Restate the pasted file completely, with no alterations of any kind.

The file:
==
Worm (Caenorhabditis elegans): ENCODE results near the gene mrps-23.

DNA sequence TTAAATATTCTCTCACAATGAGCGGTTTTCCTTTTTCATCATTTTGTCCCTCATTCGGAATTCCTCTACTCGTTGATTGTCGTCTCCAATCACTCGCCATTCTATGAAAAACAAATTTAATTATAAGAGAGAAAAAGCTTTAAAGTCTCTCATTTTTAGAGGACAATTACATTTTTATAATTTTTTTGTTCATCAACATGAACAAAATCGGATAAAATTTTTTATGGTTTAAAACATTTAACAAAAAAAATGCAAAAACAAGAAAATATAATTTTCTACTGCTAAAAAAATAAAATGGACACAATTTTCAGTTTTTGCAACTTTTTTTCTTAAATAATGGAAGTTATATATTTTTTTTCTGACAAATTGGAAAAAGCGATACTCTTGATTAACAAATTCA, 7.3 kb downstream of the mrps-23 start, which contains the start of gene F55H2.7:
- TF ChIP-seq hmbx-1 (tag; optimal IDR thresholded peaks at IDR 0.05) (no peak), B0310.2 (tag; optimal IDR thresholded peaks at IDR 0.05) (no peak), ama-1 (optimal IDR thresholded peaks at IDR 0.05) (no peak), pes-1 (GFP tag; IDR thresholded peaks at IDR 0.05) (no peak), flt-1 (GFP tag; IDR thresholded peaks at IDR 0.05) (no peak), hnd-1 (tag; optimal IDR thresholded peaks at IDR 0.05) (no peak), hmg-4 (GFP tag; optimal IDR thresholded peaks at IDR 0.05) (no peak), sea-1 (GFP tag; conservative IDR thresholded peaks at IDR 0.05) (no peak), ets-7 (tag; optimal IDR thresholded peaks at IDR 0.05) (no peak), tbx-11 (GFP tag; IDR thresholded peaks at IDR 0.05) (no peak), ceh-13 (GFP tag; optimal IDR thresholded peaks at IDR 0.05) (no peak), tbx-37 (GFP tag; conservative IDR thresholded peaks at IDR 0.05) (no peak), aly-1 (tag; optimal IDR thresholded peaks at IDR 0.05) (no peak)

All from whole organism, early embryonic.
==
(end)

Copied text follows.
Worm (Caenorhabditis elegans): ENCODE results near the gene mrps-23.

DNA sequence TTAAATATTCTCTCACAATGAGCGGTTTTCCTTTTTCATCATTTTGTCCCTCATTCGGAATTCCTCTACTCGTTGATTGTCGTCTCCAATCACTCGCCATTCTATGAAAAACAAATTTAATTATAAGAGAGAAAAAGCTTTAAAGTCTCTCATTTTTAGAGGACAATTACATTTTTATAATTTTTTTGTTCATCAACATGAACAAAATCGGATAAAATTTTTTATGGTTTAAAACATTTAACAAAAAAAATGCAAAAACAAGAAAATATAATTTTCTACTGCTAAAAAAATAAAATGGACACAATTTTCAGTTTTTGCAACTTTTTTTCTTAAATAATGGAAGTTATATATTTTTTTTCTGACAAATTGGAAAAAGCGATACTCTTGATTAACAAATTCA, 7.3 kb downstream of the mrps-23 start, which contains the start of gene F55H2.7:
- TF ChIP-seq hmbx-1 (tag; optimal IDR thresholded peaks at IDR 0.05) (no peak), B0310.2 (tag; optimal IDR thresholded peaks at IDR 0.05) (no peak), ama-1 (optimal IDR thresholded peaks at IDR 0.05) (no peak), pes-1 (GFP tag; IDR thresholded peaks at IDR 0.05) (no peak), flt-1 (GFP tag; IDR thresholded peaks at IDR 0.05) (no peak), hnd-1 (tag; optimal IDR thresholded peaks at IDR 0.05) (no peak), hmg-4 (GFP tag; optimal IDR thresholded peaks at IDR 0.05) (no peak), sea-1 (GFP tag; conservative IDR thresholded peaks at IDR 0.05) (no peak), ets-7 (tag; optimal IDR thresholded peaks at IDR 0.05) (no peak), tbx-11 (GFP tag; IDR thresholded peaks at IDR 0.05) (no peak), ceh-13 (GFP tag; optimal IDR thresholded peaks at IDR 0.05) (no peak), tbx-37 (GFP tag; conservative IDR thresholded peaks at IDR 0.05) (no peak), aly-1 (tag; optimal IDR thresholded peaks at IDR 0.05) (no peak)

All from whole organism, early embryonic.